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A tale of two valleys

Tom Boyd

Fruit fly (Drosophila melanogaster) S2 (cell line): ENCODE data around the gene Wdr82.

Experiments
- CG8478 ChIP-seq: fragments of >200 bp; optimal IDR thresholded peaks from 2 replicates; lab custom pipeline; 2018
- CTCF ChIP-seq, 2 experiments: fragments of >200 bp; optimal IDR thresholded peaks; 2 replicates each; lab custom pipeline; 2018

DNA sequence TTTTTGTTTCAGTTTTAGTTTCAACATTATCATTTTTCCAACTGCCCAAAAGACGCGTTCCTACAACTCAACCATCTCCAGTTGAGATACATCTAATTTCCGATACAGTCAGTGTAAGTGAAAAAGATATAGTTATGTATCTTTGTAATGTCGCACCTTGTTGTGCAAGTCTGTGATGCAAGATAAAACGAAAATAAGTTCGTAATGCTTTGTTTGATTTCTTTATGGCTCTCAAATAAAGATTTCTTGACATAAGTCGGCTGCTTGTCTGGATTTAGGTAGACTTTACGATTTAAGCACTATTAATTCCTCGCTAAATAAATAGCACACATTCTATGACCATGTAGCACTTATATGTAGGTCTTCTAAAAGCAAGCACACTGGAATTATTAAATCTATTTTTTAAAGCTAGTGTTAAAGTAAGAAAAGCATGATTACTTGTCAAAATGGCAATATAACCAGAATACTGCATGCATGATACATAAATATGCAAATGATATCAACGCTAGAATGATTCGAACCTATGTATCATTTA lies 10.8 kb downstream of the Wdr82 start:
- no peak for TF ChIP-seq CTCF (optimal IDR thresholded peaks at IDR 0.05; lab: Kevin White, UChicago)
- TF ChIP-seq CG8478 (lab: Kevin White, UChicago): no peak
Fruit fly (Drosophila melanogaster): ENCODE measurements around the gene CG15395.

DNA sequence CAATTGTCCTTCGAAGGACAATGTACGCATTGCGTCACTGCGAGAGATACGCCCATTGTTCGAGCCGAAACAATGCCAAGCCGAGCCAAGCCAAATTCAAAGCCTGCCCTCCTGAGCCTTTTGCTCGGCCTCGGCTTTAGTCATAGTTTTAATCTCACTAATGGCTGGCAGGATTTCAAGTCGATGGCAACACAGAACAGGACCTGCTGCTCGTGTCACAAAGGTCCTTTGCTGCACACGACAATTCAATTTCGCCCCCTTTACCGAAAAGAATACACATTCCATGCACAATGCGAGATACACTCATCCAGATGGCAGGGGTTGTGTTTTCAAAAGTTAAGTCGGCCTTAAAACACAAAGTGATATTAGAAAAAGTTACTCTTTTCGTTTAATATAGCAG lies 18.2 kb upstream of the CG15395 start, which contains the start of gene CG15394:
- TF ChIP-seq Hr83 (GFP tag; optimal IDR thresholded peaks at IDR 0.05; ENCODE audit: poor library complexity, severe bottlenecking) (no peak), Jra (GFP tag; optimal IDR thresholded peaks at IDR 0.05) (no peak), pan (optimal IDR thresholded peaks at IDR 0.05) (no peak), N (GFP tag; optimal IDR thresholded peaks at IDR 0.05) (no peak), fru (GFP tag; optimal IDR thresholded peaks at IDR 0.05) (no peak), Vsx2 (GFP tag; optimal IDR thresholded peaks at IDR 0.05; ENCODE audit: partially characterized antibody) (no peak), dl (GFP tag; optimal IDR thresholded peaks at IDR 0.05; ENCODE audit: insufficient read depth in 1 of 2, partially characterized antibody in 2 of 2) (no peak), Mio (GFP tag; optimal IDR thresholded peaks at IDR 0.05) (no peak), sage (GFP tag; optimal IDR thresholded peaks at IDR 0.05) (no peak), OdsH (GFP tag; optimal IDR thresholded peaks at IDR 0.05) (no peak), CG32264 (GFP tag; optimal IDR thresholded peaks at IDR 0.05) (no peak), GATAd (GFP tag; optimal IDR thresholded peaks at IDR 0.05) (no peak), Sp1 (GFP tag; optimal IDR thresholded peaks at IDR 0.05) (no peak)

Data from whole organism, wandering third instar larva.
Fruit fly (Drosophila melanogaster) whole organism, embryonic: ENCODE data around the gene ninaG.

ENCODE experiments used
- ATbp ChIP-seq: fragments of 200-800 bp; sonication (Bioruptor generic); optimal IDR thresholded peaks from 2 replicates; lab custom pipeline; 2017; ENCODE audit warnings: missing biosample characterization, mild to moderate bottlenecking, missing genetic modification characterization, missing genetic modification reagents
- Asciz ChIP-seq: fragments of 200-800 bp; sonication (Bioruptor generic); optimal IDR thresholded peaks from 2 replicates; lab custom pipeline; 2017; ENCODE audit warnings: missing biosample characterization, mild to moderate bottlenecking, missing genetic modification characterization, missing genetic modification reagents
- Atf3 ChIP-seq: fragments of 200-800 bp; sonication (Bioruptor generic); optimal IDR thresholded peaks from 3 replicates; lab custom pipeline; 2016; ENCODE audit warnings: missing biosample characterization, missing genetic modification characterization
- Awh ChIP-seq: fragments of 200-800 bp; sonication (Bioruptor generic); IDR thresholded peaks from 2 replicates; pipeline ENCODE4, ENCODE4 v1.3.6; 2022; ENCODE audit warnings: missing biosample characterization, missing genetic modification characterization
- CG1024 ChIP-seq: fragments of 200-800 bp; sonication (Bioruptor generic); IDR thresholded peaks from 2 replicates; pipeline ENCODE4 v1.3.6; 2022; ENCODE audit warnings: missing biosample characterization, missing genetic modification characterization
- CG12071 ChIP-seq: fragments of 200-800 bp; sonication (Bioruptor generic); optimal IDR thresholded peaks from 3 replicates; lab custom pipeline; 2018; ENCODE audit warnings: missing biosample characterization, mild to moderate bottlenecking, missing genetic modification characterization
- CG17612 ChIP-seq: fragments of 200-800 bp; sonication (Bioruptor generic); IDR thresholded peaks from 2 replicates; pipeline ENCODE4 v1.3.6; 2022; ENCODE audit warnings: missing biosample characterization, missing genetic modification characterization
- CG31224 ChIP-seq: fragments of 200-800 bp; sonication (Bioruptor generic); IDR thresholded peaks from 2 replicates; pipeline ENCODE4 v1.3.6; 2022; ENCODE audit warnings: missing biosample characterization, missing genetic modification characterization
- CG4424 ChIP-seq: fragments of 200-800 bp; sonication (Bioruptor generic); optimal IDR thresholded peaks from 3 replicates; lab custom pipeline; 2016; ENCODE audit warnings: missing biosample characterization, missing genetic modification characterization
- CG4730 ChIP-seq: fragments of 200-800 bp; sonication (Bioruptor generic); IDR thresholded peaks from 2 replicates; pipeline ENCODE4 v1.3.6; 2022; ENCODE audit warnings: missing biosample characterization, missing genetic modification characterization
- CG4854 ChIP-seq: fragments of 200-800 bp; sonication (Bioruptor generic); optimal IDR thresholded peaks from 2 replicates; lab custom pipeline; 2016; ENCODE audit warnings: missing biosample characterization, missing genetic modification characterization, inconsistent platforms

We are the great dividers.We love to split our world in two.We slip our minds into the center crease of the world so that we can call one side “left,” and another “right.”We call one side “evil” and one side “good.”One side “yin” and another “yang.”Or one side “conservative” and another side “liberal.”How easy it seems. And what a powerful tool it is to help us understand the world.We even apply it to our own valley: We call one side “upvalley” and another side “downvalley.”It’s simple and easy to understand. But like most concepts that come in black and white, it is an oversimplification.So I’m changing the paradigm.There is certainly a duality to this valley but it isn’t in the relative elevation of our different municipalities, nor is it a distillation of our population’s complex political beliefs.To me there are two worlds that exist between Dotsero and East Vail: There is I-70 and everything within 1,000 yards of I-70, and then there is everything else.Check this out and see if you know what I mean:I was standing in one of the long checkout lines at Wal-Mart, berating myself for being there in the first place. It didn’t help that Oprah Winfrey was staring at me with a gigantic, toothy smile. She was frozen in time, locked in some kind of yoga pose, looking out at the world with the kind of glassy-eyed optimism that only comes from a believer in Doctor Phil. Oprah puts herself on the cover of her own magazine month after month, year after year, I noticed, probably in some kind of effort to elevate her status as a cult figure. So I averted my eyes from her place on the magazine rack, fearing that if I looked too long she might hypnotize me, make me part of her cult.The rest of the magazine rack was no better. One tabloid declared that an alien imposter has replaced Roy, the magician who was attacked by his tiger. It seems that Roy was actually killed, and that the well-documented race of aliens from Alpha Centauri had captured his body and sent a replica to Vegas in an attempt to gain power there. Fitness Magazine declared that it had unlocked the inner minds of men (“Sex is like Pizza and other startling revelations”), and some other tabloid pictured Osama bin Laden surrounded by flames a photograph that came from one of their correspondents from Hell, it seems, since that’s where bin Laden had recently arrived.Beeping noises and a machine-generated voice offered background noise during my long wait in line. Florescent lights beamed harsh light down from the 40-foot ceiling. A group of Hispanic locals chattered away in Spanish ahead of me, happily arguing about the proper way to enter radishes into the robotic self-checkout scanner/computer/cash register. One of the little girls grabbed one of my items (a toothbrush) and tried to scan it, creating a rabble of confusion and a brief conversation en Espaol.”Esta bien,” I said. I have patience.Then they were finished, and I stepped in to endure the commands of the computerized self-checkout clerk myself. After that it was a quick march past the wafting, salt-saturated heat of McDonalds and through the sliding-glass doors to the vast parking lot, then into the car, then back onto I-70, the center artery of the long arm of Americana, which pumps the blood of the modern world to us and provides us with discount toothbrushes and clean, glossy copies of Oprah Magazine.Twenty minutes later I was on the trailhead, jogging over pine needles and listening to the chickadees settle into their evening routine (but I could still only hear them occasionally, in between blasting groans from semi-trucks on I-70.)Warm air radiated off the wide-leafed plants of the understory, which had collected heat and sun all day long and were beginning to release it. The air they produced was as fresh as can be, photosynthesis had only recently created the oxygen around me, and the essence of the plants still lingered in the taste of what I inhaled. Upward and onward, sweating a bit, I gained the extra sensitivity to air that lungs always get during a run which is why I could still taste a bit of carbon dioxide, delivered to me in a smoky cloud from I-70 far below.Eventually, and with great anticipation, I reached the switchback in the road, turned the corner, and faded into a pine grove along TV-tower road, as we always called it.Suddenly there was silence. Or comparative silence. The chickadees still went about their business, and a few magpies and robins argued over the right to roost in a certain blue spruce tree. My legs began to complain viciously from below, as usual, demanding a slower pace. Still out of shape, and not nearly ready for the Teva Games, I obliged. My breathing grew steadier as I walked, and the calm of evening began to settle in. The pine grove scrolled away behind me, opening into the relative lightness of aspen trees. The road ahead made a crooked, ruddy way through the canopy of spring-green aspens. It was a captured moment like good photographers catch with the lens, and most of us just catch with the eye’s lens the aspens waving over the road, puddles in the road, quietude and solitude in the spring, when the mountains come awake. And, of course, like he had been summoned, a buck deer nosed out of the trees, studied me out of one eye, then jogged away.And I went home refreshed, de-stressed, happy with my home and where I live. In the morning, as I must, I turned the ignition of the car and drove to the on-ramp. I hit the gas and accelerated to the speed of modern life 65 mph down the gray gut of the valley floor, off to work and the computer, the place where we do our time to pay our rent. Because that, I think, is the duality, the Janus of life here in this valley. And it doesn’t matter if it’s downvalley or upvalley, left or right, black or white, liberal or conservative the true opposing forces here are mountains and trees and chickadees, and they are pitted against highways and Americana and McDonald’s and parking fees, and all of us, it seems, are caught in the middle.Notes: Here’s another event that’s right up our alley: Verbatim Booksellers will be hosting Speaker of the House Newt Gingrich June 18. Gingrich will be speaking about his new book, “Grant Goes East,” a follow-up to his New York Times best-selling book “Gettysburg.” Gingrich will do a meet-and-greet at 4 p.m. at Donovan Pavilion, to be followed by a book signing and photo opportunities. Although I’d love to drill Newt on a few of his political beliefs, I’ll probably have to take it easy on him after all, he and I went to the same Southern University: Emory. For that I’ll have to forgive him. Rod Slifer arm injury update! We are unhappy to report that Mayor Rod didn’t go to Miami recently to help bid for the 2009 World Championships because his arm (which he broke during the Vail Town cleanup) has developed a bit of an infection. But he’s still up and about, getting to know the construction workers that are working on remodeling the Village. We hope you feel better soon, Rod and good luck from the staff at the Trail.Tom Boyd can be reached at tboyd@vailtrail.com